Thursday, May 19, 2022

Peregrine falcons on Spartan Stadium make their grand debut

February 7, 2022
<p>Workers from Michigan State University Infrastructure Planning and Facilities pose with the falcon nest box on Spartan Stadium, installed on Jan. 28, 2022.</p>

Workers from Michigan State University Infrastructure Planning and Facilities pose with the falcon nest box on Spartan Stadium, installed on Jan. 28, 2022.

For the past five years, a pair of peregrine falcons have been nesting atop Michigan State University’s Spartan Stadium.  

The Fisheries and Wildlife Club at the university has taken the initiative to prolong and enrich their stay, as well as expose their existence to MSU students, staff and faculty.

“We have had a pair of peregrine falcons coming here for about five years,” Vice President of the Fisheries and Wildlife Club Quinn Bozek said. “During their wintering time, they will come up and reside in the upper sections of the stadium, so we are installing a nesting box for these falcons up on top of the press box.”

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Along with the press nesting box, they are adding a camera so they can live monitor the babies as they grow — as long as they take to the nest box.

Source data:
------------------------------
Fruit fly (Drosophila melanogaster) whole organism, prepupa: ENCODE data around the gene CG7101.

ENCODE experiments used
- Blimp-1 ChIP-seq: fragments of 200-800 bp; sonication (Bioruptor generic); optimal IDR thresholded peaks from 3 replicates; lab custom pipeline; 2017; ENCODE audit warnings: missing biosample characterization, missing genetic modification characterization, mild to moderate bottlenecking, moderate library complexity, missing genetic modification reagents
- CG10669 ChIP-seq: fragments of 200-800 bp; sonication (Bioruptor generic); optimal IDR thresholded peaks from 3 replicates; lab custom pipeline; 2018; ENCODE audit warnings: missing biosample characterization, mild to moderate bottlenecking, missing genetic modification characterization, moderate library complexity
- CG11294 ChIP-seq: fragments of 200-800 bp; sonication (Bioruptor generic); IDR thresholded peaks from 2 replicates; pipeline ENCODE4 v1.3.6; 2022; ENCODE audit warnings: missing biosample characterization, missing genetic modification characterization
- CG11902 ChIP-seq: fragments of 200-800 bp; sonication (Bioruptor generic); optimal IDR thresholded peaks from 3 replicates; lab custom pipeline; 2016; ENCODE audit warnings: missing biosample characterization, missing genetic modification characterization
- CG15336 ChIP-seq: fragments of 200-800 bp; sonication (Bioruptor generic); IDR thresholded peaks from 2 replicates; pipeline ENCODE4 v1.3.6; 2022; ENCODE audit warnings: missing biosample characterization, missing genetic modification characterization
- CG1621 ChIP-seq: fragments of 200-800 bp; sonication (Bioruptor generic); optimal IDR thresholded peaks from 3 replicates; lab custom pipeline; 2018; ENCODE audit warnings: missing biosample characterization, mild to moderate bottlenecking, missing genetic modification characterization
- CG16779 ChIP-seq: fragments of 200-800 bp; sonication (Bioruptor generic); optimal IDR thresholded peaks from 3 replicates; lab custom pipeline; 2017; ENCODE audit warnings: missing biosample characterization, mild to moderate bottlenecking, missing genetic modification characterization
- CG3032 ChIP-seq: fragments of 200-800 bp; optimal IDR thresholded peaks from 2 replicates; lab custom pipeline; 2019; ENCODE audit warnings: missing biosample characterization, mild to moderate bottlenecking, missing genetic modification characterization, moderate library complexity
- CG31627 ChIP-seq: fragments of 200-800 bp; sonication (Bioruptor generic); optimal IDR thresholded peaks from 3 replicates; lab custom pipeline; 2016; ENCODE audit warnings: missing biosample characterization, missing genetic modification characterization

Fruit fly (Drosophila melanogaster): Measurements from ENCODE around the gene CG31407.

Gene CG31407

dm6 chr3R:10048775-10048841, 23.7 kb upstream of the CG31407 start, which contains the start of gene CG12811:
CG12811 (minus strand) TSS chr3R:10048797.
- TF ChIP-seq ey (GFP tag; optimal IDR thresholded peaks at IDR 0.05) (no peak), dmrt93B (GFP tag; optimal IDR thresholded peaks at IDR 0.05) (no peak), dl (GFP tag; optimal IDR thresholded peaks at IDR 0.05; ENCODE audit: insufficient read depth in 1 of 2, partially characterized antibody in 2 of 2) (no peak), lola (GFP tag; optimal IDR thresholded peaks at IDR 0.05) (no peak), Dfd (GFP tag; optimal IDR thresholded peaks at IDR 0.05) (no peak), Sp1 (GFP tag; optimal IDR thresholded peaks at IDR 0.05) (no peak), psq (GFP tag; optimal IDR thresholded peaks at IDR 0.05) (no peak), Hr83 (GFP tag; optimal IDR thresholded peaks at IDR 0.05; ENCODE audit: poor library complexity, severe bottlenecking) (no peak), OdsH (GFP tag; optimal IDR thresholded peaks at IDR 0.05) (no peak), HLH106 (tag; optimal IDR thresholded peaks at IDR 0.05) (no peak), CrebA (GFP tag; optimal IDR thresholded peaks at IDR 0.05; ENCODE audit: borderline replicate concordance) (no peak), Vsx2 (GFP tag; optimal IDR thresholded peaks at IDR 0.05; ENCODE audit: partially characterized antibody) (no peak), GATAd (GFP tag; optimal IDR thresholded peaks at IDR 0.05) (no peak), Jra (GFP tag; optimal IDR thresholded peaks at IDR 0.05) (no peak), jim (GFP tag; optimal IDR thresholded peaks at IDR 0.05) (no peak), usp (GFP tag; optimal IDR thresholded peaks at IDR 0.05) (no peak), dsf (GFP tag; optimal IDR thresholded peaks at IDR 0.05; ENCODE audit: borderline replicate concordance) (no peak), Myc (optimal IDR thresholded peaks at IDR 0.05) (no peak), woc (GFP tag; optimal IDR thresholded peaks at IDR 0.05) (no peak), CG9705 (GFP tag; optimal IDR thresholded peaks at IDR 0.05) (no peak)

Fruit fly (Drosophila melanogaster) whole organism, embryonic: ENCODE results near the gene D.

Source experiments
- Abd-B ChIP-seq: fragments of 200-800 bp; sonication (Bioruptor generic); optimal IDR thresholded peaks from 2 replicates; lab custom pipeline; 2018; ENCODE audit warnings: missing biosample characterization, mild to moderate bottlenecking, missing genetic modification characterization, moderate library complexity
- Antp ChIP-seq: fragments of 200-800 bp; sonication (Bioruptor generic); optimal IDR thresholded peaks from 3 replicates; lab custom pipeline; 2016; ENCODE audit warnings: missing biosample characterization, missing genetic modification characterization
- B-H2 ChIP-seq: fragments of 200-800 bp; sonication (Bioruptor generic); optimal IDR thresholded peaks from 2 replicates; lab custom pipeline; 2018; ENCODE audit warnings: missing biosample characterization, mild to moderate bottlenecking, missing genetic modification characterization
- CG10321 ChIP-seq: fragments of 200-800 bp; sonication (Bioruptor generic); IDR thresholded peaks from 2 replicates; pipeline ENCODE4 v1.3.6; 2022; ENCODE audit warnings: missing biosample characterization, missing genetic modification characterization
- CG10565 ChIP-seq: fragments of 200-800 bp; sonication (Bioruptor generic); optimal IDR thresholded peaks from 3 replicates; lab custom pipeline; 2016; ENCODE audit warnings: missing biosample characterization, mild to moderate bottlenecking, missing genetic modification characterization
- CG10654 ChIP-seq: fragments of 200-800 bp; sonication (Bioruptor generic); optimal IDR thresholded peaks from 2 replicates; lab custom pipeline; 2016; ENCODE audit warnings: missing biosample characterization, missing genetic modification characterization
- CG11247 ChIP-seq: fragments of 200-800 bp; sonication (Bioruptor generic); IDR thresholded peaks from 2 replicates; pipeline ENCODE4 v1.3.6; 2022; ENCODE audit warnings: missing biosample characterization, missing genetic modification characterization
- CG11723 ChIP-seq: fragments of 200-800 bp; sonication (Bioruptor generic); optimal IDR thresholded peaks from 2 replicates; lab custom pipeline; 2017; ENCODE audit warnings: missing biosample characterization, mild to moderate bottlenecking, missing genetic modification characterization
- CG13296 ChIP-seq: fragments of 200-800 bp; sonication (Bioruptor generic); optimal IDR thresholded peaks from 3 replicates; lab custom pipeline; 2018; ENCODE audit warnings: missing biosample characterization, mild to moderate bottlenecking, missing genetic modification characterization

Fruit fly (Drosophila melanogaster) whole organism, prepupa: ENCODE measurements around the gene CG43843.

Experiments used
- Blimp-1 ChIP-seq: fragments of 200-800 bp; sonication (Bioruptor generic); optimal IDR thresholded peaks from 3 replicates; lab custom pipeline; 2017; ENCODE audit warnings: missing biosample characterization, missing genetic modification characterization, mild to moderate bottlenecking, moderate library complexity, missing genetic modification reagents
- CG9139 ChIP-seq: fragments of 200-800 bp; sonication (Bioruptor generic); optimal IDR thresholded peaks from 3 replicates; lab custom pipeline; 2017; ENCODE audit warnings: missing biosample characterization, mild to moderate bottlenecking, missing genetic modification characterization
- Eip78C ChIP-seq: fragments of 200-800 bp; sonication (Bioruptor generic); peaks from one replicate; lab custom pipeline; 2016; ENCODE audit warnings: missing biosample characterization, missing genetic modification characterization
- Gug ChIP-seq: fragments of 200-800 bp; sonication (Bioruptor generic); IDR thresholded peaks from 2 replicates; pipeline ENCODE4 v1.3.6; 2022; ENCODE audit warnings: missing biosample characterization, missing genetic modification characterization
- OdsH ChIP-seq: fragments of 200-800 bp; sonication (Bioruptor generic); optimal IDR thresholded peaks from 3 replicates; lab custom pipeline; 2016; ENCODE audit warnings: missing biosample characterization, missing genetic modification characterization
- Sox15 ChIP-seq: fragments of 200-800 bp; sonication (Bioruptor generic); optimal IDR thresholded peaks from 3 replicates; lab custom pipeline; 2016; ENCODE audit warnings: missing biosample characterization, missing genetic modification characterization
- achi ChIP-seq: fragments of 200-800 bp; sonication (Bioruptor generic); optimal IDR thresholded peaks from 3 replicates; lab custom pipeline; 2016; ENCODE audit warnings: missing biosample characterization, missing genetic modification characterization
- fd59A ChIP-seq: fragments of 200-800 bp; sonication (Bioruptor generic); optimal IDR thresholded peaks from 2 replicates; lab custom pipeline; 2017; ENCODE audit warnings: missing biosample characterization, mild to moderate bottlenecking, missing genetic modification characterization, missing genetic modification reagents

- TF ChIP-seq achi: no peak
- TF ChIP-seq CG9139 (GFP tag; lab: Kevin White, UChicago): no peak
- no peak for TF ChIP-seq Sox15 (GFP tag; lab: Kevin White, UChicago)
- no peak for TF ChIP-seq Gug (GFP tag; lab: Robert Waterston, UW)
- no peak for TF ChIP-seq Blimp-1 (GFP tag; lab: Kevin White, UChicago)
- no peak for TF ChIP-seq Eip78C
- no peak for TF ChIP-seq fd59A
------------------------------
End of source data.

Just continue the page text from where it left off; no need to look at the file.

“What we’re providing for them is a fairly large nest box,” club chair Evan Griffis said. “This stimulates their natural breeding habitat, which is cliff-side, mainly.”

The falcons are on the highest point on campus, which is ideal for them to rest and protects them from any predators that attempt to dive-bomb them.  

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“It could also provide some really interesting research opportunities,” Griffis said.  

“The nesting box is just there to promote a possibility of their breeding rates,” Bozek added. “It’s not really a habitat per se, it's just so they can hopefully breed in an area and have a safe space to do so.”

When asked about MSU’s prevalent interest in the well-being of the falcons, both Bozek and Griffis said the university is attempting to do its best to protect these birds. 

“We're trying to set an example for other universities as well to take an interest in their urban wildlife,” Bozek said. “The ecology is very different from, say, where they'd be existing where there are no humans.  We're trying to provide an area where if they do choose to mess around here ... that they can do so safely and have a good place to foster their young.”

They hope their club's efforts will inspire other universities as well.

“We’re promoting the conservation of an endangered species,” Griffis said. “We want to provide an example for other universities to follow suit.”

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